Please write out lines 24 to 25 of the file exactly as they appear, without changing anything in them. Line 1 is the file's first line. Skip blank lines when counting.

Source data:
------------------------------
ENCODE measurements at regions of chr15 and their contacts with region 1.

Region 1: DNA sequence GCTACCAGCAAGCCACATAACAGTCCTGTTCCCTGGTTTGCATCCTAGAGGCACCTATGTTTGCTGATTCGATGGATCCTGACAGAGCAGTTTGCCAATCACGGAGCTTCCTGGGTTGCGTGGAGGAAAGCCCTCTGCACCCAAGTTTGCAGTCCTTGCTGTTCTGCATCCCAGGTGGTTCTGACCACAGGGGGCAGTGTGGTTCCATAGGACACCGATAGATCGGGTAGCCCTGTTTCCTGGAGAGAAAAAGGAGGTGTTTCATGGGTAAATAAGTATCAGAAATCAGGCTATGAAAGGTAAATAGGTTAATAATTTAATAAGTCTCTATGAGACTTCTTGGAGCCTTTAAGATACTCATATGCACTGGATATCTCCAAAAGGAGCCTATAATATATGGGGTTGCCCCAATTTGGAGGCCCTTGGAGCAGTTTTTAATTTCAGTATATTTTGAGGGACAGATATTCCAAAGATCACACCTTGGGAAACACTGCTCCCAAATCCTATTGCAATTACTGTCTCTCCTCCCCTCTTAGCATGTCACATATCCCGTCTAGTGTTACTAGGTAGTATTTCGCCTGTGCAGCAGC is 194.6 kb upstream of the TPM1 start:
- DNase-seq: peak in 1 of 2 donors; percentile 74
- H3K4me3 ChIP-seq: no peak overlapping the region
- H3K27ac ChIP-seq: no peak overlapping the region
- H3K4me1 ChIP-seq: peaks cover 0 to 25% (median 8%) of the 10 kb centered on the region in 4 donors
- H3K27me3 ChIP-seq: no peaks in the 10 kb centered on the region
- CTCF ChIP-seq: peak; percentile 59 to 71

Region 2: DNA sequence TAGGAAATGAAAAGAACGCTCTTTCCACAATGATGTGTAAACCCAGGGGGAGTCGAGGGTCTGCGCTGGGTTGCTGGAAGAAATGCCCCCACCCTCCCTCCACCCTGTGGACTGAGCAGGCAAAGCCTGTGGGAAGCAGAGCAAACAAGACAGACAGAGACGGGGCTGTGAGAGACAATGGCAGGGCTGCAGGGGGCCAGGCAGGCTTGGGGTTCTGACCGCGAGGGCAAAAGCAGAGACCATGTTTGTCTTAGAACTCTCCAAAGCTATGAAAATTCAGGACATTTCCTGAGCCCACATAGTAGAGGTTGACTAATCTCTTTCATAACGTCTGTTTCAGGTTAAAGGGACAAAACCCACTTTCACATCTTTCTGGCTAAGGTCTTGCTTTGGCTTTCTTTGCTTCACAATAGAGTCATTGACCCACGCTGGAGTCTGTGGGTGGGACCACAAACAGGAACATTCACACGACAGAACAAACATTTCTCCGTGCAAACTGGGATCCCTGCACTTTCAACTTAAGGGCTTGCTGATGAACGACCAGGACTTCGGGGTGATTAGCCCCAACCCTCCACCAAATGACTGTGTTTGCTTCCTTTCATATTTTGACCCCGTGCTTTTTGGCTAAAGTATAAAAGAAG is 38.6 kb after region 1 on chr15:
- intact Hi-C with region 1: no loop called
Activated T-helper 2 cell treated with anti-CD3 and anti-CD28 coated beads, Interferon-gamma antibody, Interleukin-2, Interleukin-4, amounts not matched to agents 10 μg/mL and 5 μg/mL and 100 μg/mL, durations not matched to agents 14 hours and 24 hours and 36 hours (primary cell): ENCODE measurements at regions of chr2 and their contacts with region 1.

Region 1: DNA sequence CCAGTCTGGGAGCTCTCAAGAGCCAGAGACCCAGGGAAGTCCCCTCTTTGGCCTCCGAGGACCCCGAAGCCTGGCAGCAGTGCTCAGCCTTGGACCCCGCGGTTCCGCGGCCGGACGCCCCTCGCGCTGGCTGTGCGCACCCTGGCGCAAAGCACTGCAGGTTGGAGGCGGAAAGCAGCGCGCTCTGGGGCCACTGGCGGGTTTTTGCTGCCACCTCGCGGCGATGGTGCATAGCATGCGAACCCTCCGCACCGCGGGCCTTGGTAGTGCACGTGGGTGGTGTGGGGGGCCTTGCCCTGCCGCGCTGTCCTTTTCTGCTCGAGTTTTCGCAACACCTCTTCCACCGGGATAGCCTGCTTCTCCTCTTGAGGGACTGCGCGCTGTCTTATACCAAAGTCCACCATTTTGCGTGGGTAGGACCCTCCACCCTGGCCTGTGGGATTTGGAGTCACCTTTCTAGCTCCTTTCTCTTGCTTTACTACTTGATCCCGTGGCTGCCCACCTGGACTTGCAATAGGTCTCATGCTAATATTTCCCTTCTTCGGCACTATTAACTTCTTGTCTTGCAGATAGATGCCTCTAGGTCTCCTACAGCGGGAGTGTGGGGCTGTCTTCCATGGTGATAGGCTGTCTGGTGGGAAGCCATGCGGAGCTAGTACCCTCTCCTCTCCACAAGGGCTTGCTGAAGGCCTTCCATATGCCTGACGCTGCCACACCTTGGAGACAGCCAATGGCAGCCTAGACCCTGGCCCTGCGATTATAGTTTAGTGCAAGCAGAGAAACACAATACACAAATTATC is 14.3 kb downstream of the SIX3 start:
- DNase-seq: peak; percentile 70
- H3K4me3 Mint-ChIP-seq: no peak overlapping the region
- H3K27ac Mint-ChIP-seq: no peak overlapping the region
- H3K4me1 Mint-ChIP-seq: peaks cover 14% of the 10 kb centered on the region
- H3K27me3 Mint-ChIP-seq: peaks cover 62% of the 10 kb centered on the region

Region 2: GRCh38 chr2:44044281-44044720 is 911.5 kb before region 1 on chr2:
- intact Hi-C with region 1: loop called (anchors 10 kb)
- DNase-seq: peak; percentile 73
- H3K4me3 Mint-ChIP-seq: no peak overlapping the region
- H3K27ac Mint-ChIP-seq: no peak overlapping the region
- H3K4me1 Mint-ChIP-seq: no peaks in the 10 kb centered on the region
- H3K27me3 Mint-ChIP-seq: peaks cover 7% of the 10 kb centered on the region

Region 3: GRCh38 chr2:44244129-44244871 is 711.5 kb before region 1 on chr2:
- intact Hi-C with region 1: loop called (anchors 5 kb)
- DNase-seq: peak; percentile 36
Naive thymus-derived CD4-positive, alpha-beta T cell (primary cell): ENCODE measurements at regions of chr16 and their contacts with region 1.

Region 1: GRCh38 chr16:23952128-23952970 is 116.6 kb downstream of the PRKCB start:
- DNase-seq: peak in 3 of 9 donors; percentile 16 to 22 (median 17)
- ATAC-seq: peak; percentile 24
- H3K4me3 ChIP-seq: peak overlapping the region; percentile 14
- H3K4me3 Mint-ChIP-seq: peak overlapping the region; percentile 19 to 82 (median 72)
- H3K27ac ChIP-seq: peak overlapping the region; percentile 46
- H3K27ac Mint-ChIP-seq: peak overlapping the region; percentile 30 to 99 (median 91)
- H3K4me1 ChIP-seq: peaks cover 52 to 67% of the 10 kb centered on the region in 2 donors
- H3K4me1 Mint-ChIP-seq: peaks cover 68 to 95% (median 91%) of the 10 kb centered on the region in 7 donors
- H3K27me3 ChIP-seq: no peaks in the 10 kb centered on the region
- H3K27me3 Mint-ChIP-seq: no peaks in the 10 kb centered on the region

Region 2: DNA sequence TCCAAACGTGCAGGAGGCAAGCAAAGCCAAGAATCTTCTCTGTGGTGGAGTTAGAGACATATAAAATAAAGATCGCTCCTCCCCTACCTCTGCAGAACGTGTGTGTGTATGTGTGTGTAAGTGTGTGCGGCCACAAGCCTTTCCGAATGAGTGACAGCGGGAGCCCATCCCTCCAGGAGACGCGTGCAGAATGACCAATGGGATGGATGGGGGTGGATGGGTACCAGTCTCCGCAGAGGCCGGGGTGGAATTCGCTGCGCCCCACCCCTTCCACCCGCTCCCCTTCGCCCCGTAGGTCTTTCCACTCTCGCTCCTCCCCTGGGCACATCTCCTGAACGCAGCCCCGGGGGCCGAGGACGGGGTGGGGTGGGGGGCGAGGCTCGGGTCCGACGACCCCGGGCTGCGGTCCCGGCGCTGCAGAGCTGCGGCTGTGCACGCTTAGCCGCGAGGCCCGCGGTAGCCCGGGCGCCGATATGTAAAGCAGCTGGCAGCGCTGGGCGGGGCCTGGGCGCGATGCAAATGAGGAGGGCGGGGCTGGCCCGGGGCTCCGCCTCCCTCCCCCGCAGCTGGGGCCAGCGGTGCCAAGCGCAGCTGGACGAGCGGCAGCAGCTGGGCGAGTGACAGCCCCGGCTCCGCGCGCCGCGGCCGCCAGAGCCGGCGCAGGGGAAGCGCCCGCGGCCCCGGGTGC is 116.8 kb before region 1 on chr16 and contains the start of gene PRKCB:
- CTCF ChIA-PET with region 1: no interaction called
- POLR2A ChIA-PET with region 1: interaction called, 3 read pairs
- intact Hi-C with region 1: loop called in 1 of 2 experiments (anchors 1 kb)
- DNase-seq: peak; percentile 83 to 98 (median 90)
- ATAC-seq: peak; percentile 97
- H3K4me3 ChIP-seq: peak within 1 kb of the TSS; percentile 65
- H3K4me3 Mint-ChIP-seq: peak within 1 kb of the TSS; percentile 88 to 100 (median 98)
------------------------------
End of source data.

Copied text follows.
- H3K27me3 Mint-ChIP-seq: peaks cover 7% of the 10 kb centered on the region

Region 3: GRCh38 chr2:44244129-44244871 is 711.5 kb before region 1 on chr2: